4/15/18 • Five Overlooked But Beneficial PR Tactics

As posted in the Gaston Gazette

Most small businesses and entrepreneurs are always on the lookout for ways to make the most of their budgets. That doesn’t mean PR has to be out of reach. There are a number of innovative (and relatively inexpensive) ways to raise your organization’s public profile that are often overlooked.

Interested in tapping in to these useful PR techniques? Here’s how to get started:

  • Snap some photos and pass them along. If you’ve taken photos of an event at your business or pictures of yourself at a charity fundraiser, don’t sit on them. Most people know to share images like that on social media, but it’s also a good idea to send them to your local newspapers and magazines. Visuals are more appealing than words to many audiences, particularly to milliennials. As Emily Silverman of Arnold Street Media notes, visuals can be up to 60,000 times more effective than text with this up-and-coming target group. Media outlets are more likely to share a colorful and engaging photo, especially one filled with people from the community, than they are to drop in a short piece of text about the event. Editors know that a picture will catch their readers’ eyes better than words alone. And if they opt to share your picture, not only will you give potential customers more opportunity to connect a real person to your business, but you’ll also get a caption with specifics about your business tied to that image, which will help that information stick in readers’ minds.
  • Make your materials do double duty. Businesses routinely produce materials that they share with the public – advertisements, fliers, brochures and more. But often, those materials are produced for a single event and then get discarded or aren’t used again until the event returns. Instead of scrapping that work, take the information produced and use it again. Add brochures to your customers’ bags. Take a photo of your flier and share it on social media. You can also use the text you’ve written and drop it straight into a newsletter or send it out as an email blast to customers. Whatever it is you’ve crafted or created, repurpose it at least once so that you’re making the most of your valuable time and energy.
  • Publicize your promotions. Promoted an employee recently? Then be sure to share that news. But don’t just spread the word on social media or in a newsletter – contact the media. Publications that cater specifically to businesses and entrepreneurs often have a section set aside to share the news of people who are moving up the corporate (or small business) ladder, and your local newspapers also may be interested in printing this information, too. Unlike placing an ad, this kind of publicity illustrates to readers and potential customers that you aren’t just interested in promoting your product or service – you’re interested in promoting the people who work for you in a multitude of ways.
  • Seek out bylines. A lot of business owners would love to see their local or regional newspaper publish a story about their history and successes. But unless there’s a specific event associated with your business (an important anniversary, a new service product, or a change of ownership), reporters are unlikely to bite. There are still several ways to get the media’s attention, however. You can, for example, pitch an idea to a reporter and offer to co-write it with them. While there are no guarantees, if you illustrate that you’re willing to do some of the legwork to get the article off the ground, you may be able to get their buy-in. You also can pitch a column idea to the editor of your local paper. If your business has garnered you the reputation as a resident expert in some area, the editor might see real value in having you provide regular advice for readers. Letters to the editor are also a good idea and they have more flexibility: you can pitch a letter or a variation on that letter to multiple newspapers, and they all might choose to run it. Whatever option you select, you’re getting your name in front of the public in a way that illustrates you are not only a local business owner, but also someone deeply invested in your local community.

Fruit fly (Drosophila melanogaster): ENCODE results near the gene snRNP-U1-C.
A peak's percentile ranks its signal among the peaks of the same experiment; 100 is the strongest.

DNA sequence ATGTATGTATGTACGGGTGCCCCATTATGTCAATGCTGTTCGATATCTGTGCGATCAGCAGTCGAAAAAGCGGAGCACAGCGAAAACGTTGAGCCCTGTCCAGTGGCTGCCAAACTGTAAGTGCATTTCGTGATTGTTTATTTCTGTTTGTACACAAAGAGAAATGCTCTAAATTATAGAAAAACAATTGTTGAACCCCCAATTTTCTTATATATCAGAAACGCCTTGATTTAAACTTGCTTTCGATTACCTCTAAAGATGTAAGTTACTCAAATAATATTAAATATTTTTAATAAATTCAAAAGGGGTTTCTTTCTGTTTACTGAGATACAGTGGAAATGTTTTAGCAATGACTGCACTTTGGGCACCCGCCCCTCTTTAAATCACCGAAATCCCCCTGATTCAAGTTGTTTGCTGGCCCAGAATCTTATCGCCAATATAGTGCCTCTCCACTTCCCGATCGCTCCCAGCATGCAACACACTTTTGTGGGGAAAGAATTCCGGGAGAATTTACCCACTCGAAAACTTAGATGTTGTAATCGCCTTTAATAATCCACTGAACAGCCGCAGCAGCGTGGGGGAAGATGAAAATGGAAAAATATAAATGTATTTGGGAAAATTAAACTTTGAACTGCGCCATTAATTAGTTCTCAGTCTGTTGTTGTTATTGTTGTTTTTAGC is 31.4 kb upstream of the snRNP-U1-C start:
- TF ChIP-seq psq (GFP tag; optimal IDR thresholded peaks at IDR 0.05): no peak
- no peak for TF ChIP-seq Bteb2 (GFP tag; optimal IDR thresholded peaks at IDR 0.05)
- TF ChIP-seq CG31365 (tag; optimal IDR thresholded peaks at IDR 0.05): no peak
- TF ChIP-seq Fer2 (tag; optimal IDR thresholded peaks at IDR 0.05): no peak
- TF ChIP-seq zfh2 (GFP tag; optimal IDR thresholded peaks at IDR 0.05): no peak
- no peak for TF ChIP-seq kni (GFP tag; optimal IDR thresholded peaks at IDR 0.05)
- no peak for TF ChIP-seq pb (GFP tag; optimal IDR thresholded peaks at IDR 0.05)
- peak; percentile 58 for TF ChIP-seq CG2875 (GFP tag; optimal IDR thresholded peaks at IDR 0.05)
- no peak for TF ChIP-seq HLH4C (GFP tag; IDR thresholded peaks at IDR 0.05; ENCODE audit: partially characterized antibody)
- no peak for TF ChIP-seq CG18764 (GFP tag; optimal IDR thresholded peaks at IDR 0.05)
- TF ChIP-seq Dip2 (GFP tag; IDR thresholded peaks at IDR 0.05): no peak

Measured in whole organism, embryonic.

• Connect your work with influencers. Putting in PR grunt work on your own is always valuable. But if you can tie that effort in to the work that others in the community are doing, particularly the people who are the movers and shakers in your community or industry, then you’ll get added benefit. Spend some time researching to see where those connections might exist. Do you share mutual friends? Connections through your place of worship? Do you serve on boards together? Are you involved in similar charities or nonprofit work? Do you have a project idea that the person might be interested in? Once you find a link, make a point of reaching out to see how you might work together, then circulate information widely about the results. You can gain real traction from circulating articles with your name in them, particularly on sites like LinkedIn.

Public relations can present unique challenges for the small business owner. These simply steps can give you a great way of gaining some confidence and getting your name out there.